Use this URL to cite or link to this record in EThOS: http://ethos.bl.uk/OrderDetails.do?uin=uk.bl.ethos.569921
Title: Velocity field and transverse dispersion in vegetated flows
Author: Sharil, Suraya
Awarding Body: Cardiff University
Current Institution: Cardiff University
Date of Award: 2012
Availability of Full Text:
Access through EThOS:
Access through Institution:
Abstract:
In recent years aquatic vegetation has become more accepted and important in the river restoration schemes and preserving river ecology. The purpose of this thesis is to investigate the influence of emergent vegetation on velocity and turbulence fields in order to have a better understanding of the effect of vegetation on the transverse mixing processes. To achieve this objective, a series of experiments was conducted in an open channel flume with emergent rigid rods in both staggered and aligned arrangements. Detailed velocity, turbulence and dye tracer measurement were carried out for six vegetation densities relating to solid volume fractions (SVF) in the range 0.51 % to 7.79 %. In sparse vegetation (SVF < 10 %) as expected the normalised spatially-averaged longitudinal velocity reduces as the vegetation density increases with approximately 30 % to 50 % reduction when the solid volume fraction is doubled. Results indicated that in sparse vegetation, the normalised turbulence intensities increased with increasing solid volume fraction. The bulk drag coefficient increased with increasing vegetation density whilst decreased with increasing stem Reynolds number. The transverse mixing coefficient increases with both increasing vegetation density and stem Reynolds number. The current study showed that for sparse vegetation (SVF < 10%), the transverse mixing coefficient has a stronger correlation with turbulence intensity compared to transverse shear. Therefore indicating that within sparse vegetated flows, turbulence dominates over transverse shear in transverse mixing. In addition to that, transverse mixing also correlate better with double-averaged turbulence intensity compared to turbulent kinetic energy. This reflects that the turbulence in the longitudinal direction plays a greater contribution to the overall transverse dispersion than the contribution of the total turbulence in all three directions. Finally two vegetation transverse dispersions models proposed by other researcher for randomly distributed vegetation were tested against data from the current study. Both models were found to predict reasonably well.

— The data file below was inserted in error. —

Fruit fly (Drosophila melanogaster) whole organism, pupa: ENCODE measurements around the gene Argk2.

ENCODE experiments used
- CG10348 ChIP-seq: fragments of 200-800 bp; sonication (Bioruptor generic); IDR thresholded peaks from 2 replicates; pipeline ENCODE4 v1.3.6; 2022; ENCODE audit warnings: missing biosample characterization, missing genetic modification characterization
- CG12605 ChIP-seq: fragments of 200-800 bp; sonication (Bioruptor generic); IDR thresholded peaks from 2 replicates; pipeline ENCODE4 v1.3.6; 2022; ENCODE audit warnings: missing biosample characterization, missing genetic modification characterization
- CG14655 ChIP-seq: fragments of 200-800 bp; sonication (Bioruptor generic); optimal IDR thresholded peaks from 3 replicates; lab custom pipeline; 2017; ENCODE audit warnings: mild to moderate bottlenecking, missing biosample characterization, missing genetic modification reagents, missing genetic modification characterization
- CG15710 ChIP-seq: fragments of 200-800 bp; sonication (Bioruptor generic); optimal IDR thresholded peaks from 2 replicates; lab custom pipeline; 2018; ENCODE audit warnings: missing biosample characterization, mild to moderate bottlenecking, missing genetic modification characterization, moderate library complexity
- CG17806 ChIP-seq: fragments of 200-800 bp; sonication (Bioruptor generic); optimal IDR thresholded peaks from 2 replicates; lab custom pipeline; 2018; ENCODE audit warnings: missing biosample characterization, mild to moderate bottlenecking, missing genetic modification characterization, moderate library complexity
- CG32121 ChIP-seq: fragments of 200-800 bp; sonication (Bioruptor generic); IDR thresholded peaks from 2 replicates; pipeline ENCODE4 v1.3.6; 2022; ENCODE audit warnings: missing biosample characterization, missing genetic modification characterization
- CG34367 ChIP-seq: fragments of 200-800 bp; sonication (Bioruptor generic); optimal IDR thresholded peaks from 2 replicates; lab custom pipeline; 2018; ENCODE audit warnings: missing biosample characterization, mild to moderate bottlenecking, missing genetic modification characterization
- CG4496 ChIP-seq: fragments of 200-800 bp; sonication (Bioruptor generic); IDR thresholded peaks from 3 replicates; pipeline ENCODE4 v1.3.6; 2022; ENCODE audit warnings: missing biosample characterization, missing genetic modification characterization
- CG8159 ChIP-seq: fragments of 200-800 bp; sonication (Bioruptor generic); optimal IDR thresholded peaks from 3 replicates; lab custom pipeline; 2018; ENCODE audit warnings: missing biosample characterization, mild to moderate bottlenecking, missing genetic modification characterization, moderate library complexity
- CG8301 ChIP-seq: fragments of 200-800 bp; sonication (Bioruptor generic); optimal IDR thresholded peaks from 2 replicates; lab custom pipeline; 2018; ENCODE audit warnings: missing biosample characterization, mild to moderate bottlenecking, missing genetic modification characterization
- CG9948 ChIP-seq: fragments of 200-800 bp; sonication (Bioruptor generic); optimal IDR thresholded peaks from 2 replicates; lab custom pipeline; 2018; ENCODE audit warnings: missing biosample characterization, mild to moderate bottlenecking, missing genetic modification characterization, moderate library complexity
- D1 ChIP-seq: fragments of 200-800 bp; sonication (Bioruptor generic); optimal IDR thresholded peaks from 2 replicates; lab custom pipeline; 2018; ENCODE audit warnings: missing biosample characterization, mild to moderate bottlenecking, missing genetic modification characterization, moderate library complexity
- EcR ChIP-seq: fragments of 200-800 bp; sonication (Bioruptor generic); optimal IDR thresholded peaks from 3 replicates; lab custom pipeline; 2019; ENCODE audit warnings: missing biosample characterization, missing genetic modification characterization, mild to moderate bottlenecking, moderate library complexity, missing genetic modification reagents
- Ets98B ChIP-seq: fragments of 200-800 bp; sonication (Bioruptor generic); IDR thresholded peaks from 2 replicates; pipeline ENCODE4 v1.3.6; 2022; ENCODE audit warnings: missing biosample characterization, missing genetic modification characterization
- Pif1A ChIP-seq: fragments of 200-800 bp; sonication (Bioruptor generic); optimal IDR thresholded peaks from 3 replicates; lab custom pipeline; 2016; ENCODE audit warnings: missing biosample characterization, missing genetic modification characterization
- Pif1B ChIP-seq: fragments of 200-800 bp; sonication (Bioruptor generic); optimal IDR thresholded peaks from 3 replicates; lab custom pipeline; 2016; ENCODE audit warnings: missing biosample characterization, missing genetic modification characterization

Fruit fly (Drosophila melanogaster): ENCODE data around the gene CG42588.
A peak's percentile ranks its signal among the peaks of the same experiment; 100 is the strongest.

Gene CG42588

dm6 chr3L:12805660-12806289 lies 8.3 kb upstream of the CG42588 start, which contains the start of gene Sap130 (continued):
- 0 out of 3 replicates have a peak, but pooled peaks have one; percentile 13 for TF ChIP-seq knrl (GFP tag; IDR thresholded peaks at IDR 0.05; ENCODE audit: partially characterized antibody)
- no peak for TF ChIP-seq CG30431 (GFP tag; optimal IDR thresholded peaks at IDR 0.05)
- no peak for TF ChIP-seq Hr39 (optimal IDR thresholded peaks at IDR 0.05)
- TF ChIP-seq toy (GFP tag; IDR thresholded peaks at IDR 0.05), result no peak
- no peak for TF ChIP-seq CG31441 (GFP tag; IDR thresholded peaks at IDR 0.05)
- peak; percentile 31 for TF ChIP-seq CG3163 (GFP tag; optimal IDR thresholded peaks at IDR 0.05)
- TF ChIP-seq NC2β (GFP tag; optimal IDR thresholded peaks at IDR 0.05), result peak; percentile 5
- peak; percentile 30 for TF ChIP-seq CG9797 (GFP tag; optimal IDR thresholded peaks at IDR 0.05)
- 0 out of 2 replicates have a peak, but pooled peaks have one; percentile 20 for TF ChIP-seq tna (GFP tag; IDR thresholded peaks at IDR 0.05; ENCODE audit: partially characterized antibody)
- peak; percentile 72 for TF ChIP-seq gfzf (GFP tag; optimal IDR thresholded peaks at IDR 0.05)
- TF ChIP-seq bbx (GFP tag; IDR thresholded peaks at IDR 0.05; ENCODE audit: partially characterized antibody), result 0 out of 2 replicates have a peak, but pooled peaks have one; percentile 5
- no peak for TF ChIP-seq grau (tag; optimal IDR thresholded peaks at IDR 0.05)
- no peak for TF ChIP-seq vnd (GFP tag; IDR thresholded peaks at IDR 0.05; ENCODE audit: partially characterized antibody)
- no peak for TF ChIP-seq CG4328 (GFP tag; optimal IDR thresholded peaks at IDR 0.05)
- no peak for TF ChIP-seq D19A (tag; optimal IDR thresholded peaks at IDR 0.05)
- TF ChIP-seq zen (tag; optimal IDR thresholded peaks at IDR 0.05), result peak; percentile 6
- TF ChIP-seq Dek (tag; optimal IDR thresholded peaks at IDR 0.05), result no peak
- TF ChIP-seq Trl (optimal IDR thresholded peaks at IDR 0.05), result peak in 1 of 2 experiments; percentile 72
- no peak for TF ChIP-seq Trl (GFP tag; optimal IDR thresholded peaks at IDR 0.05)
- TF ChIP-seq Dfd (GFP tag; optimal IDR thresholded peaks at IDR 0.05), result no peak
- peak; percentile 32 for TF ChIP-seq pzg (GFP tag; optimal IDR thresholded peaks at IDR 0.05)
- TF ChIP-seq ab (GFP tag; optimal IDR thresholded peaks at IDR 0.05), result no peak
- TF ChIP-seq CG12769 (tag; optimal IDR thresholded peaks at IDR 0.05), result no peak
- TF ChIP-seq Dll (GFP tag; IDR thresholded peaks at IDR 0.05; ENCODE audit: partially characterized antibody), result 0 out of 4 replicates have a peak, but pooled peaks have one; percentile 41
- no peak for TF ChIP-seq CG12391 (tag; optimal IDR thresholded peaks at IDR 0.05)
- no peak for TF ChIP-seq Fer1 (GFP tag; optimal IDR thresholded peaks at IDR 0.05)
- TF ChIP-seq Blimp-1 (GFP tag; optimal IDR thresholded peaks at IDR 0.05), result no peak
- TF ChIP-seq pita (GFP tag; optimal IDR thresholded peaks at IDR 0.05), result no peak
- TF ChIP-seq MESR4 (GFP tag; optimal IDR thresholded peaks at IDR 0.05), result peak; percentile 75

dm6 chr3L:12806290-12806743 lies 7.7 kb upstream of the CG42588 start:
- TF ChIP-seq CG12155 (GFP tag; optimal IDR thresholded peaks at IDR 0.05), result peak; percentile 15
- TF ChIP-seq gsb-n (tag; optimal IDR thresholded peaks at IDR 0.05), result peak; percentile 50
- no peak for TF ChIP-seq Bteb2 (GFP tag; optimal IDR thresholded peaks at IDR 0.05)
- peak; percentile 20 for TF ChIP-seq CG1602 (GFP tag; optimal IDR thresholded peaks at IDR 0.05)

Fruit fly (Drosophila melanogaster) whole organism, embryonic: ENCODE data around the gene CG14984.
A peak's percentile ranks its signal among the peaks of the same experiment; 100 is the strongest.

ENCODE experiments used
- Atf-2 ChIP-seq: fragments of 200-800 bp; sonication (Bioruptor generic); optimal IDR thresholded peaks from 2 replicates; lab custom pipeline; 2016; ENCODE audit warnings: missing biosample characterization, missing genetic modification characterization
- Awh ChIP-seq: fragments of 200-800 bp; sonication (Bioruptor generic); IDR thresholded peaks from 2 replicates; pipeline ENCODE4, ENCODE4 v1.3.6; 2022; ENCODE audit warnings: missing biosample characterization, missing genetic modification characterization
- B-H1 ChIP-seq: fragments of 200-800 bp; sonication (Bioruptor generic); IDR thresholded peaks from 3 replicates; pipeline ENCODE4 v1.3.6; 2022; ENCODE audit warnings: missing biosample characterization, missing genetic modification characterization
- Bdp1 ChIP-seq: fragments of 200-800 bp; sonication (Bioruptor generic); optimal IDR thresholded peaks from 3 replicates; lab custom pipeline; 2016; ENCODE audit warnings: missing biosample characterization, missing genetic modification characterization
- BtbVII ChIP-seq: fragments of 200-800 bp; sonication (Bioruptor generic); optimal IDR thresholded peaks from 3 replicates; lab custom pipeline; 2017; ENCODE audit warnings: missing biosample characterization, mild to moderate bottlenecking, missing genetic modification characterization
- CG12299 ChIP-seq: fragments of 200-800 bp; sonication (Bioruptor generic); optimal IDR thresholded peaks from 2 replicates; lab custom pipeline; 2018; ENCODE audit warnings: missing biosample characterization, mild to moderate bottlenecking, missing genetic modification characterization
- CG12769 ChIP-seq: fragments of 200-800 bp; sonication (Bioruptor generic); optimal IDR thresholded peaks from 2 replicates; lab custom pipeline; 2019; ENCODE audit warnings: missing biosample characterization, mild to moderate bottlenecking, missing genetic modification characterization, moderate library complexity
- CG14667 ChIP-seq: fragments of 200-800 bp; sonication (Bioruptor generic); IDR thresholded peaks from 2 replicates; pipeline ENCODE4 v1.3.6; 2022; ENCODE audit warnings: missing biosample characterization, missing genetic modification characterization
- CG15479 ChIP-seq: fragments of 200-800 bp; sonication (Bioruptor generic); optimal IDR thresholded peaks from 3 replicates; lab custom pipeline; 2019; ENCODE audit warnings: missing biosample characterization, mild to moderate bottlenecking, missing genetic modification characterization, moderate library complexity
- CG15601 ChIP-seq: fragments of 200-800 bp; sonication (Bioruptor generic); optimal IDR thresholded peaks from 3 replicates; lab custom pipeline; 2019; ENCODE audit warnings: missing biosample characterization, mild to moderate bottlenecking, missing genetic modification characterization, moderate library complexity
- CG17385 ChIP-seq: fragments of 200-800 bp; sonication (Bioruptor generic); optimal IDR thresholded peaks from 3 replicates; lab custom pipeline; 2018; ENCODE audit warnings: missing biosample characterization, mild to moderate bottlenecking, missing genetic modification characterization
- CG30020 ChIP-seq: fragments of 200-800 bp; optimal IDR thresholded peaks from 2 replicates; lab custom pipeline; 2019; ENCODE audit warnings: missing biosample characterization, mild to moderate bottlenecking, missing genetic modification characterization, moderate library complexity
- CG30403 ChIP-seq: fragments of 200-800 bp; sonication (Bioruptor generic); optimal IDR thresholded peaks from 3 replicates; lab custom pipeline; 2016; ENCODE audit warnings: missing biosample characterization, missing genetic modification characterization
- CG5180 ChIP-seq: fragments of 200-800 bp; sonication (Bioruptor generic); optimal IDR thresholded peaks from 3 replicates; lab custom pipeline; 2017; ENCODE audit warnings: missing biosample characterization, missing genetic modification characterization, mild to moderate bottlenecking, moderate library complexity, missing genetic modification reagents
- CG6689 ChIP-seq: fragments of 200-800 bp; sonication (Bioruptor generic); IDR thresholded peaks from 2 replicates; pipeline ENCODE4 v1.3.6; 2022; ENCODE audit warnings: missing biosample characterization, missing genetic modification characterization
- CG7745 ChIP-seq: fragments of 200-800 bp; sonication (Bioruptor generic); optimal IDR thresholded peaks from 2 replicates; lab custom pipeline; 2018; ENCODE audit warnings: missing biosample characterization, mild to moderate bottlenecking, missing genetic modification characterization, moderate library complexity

Supervisor: Not available Sponsor: Not available
Qualification Name: Thesis (Ph.D.) Qualification Level: Doctoral
EThOS ID: uk.bl.ethos.569921  DOI: Not available
Keywords: TA Engineering (General). Civil engineering (General)
Share: